Your credit report shows a summary of your credit history. It shows whom you owe money to and the amount, your payment history, property you rent, and more. This information contained on a credit report also determines your credit score.
Who pulls my credit report?
Life is full of scenarios that may require your credit report—and it’s not just when you need a credit card or loan from the bank. It’s important to maintain good credit history or work to improve your credit for many reasons.
Landlords and mortgage bankers
Both mortgage bankers and rental property landlords like to know they’re going to get paid. If you’re trying to find housing, whether you’re renting or buying, they may pull your credit report.
For many rental property managers and landlords, your credit history is a top determining factor in their decision to extend a lease to you, according to a TransUnion study. They’re less likely to offer you a lease if they think you’ll be late or miss rent payments all together.
If you’re buying a house, mortgage bankers use your credit report along with other criteria to determine if you qualify for a home loan. Your credit history and a good credit score can help you save significant money on your loan’s annual percentage rate and total interest, according to myFICO.
If you’re applying for a job, the employer may pull your credit history with permission—especially if you’re going to be working with finances. This may weigh into their decision-making process. Not all employers do this, but it’s best to be prepared.
With better credit, you can often get a better rate on recurring expenses like car insurance, according to Consumer Reports. While insurance companies don’t look at everything in your credit report, they use some of the information to help decide what your rate will be or whether or not to insure you at all. (That is unless you live in California, Hawaii, or Massachusetts where using credit reports to help determine rates is forbidden.) Other factors such as your driving record and citations also come into play.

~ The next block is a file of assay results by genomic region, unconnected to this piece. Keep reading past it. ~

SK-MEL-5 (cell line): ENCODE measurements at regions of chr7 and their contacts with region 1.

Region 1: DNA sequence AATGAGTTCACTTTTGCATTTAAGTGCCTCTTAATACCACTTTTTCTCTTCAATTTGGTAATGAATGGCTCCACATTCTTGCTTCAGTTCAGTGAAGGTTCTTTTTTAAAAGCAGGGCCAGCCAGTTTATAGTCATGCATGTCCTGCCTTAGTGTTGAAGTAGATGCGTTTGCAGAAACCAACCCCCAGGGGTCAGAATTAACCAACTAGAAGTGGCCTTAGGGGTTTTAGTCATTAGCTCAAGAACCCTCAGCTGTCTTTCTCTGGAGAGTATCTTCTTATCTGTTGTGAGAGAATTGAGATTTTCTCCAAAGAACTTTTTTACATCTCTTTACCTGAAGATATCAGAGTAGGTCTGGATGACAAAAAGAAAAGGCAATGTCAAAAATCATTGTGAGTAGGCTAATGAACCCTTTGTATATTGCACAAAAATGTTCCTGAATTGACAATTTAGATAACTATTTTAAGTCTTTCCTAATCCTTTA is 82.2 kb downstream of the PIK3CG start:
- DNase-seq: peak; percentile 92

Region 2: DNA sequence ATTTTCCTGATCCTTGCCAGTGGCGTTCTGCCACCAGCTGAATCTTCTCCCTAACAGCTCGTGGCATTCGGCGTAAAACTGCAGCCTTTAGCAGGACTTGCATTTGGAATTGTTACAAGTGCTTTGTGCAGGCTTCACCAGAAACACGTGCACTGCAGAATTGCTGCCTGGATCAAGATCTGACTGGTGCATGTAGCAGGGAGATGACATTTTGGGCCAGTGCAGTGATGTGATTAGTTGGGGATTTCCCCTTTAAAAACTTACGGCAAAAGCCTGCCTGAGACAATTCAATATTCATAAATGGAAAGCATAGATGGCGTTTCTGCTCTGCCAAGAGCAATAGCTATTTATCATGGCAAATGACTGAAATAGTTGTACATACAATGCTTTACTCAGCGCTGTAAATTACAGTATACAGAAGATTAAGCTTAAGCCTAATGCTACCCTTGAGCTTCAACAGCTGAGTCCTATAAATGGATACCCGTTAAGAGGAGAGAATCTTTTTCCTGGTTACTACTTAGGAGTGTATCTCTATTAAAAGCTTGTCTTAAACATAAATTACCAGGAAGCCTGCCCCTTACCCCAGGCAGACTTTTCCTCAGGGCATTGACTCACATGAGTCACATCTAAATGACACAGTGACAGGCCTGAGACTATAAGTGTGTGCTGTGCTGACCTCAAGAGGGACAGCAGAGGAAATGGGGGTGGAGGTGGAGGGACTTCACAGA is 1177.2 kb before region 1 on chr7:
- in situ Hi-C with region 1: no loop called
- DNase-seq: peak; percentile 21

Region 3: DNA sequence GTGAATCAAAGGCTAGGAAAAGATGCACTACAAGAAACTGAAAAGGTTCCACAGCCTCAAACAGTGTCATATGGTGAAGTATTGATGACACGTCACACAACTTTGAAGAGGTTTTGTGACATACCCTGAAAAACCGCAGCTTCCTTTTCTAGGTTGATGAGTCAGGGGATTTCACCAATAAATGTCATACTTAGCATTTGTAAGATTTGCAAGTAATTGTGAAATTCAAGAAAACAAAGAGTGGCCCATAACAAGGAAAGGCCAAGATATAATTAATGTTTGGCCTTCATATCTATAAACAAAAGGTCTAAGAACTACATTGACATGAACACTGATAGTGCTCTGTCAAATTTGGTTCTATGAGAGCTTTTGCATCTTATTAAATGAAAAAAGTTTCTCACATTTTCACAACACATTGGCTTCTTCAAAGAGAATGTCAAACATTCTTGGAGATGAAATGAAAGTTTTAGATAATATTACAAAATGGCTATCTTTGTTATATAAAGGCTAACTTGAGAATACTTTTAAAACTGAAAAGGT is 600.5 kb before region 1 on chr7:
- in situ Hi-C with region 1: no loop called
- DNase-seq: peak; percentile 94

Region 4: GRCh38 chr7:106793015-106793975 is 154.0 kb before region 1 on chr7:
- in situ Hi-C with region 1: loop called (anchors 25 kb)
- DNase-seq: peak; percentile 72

Cable, internet, phone, sewer, water, electric, and trash pick-up providers may pull your credit history as well. Typically, utility companies look for outstanding debt sent to collection agencies. If this shows up, you may need to work with the companies to receive service by agreeing to make payments up front or a deposit.
Credit card issuers
If you receive a prescreened credit card offer, the company may have used your credit report to determine what offer to send you. If you apply for a specific credit card, the company you’re requesting a card from may also pull your report then as well. The better your credit report and credit score look, the more likely you’ll be to qualify for a credit card with better terms, including lower fees and interest.
Even if you don’t suspect suspicious or inaccurate activity on your credit report, it’s still a good idea to regularly request a free credit report and review it. This report will show you who has requested your credit report, too. You can pull your personal credit report from any one of the three major credit reporting companies (Experian, Equifax, and TransUnion) for free every twelve months, as required by the Fair Credit Reporting Act.
Do these inquiries negatively affect my credit score?
It depends on whether it’s a hard or soft inquiry, according to myFICO. If you’re actively trying to qualify for a new type of loan or line of credit, that will likely be a hard inquiry. This will show on your credit report for two years, according to Experian. On the other hand, when creditors mail you a prescreened credit card offer, an employer checks out your history, or you pull your credit report it’s a soft inquiry. Soft inquiries don’t negatively affect your credit score. Only reports pulled by potential lenders usually have a temporary negative impact.
Have other questions about your credit report?
The myFICO Blog has a wealth of information regarding credit reports and scores you can access. You can also learn how to improve your credit score, dispute credit card transactions, protect your identity, and more right here on our blog.
This information is presented for educational purposes only. It is not intended as, nor should it be construed to be, legal, financial or other professional advice. Please consult with your attorney or financial advisor to discuss any legal or financial issues involved with credit decisions.